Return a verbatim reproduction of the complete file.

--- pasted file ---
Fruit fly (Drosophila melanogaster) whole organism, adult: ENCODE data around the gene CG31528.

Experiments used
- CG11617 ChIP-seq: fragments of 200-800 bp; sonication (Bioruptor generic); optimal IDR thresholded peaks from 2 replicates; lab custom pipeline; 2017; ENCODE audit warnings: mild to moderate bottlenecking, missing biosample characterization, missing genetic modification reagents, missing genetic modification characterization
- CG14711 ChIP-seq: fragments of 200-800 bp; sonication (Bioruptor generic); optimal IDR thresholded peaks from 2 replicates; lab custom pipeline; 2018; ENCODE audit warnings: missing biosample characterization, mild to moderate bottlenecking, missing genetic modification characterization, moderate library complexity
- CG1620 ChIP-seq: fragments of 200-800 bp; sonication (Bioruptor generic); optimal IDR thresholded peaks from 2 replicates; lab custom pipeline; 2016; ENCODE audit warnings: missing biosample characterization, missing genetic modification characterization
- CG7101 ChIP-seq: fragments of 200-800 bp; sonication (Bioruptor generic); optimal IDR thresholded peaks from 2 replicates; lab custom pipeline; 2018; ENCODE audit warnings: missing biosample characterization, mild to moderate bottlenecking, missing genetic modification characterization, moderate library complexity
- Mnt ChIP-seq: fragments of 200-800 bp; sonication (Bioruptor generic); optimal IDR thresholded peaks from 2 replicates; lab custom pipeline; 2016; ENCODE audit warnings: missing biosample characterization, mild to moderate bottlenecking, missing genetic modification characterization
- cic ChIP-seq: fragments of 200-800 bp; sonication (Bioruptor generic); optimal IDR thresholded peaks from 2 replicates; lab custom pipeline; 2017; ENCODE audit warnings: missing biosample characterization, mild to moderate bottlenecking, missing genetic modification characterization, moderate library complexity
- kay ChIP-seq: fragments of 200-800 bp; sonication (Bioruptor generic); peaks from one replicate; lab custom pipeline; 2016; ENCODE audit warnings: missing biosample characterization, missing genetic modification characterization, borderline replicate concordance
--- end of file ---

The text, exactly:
Fruit fly (Drosophila melanogaster) whole organism, adult: ENCODE data around the gene CG31528.

Experiments used
- CG11617 ChIP-seq: fragments of 200-800 bp; sonication (Bioruptor generic); optimal IDR thresholded peaks from 2 replicates; lab custom pipeline; 2017; ENCODE audit warnings: mild to moderate bottlenecking, missing biosample characterization, missing genetic modification reagents, missing genetic modification characterization
- CG14711 ChIP-seq: fragments of 200-800 bp; sonication (Bioruptor generic); optimal IDR thresholded peaks from 2 replicates; lab custom pipeline; 2018; ENCODE audit warnings: missing biosample characterization, mild to moderate bottlenecking, missing genetic modification characterization, moderate library complexity
- CG1620 ChIP-seq: fragments of 200-800 bp; sonication (Bioruptor generic); optimal IDR thresholded peaks from 2 replicates; lab custom pipeline; 2016; ENCODE audit warnings: missing biosample characterization, missing genetic modification characterization
- CG7101 ChIP-seq: fragments of 200-800 bp; sonication (Bioruptor generic); optimal IDR thresholded peaks from 2 replicates; lab custom pipeline; 2018; ENCODE audit warnings: missing biosample characterization, mild to moderate bottlenecking, missing genetic modification characterization, moderate library complexity
- Mnt ChIP-seq: fragments of 200-800 bp; sonication (Bioruptor generic); optimal IDR thresholded peaks from 2 replicates; lab custom pipeline; 2016; ENCODE audit warnings: missing biosample characterization, mild to moderate bottlenecking, missing genetic modification characterization
- cic ChIP-seq: fragments of 200-800 bp; sonication (Bioruptor generic); optimal IDR thresholded peaks from 2 replicates; lab custom pipeline; 2017; ENCODE audit warnings: missing biosample characterization, mild to moderate bottlenecking, missing genetic modification characterization, moderate library complexity
- kay ChIP-seq: fragments of 200-800 bp; sonication (Bioruptor generic); peaks from one replicate; lab custom pipeline; 2016; ENCODE audit warnings: missing biosample characterization, missing genetic modification characterization, borderline replicate concordance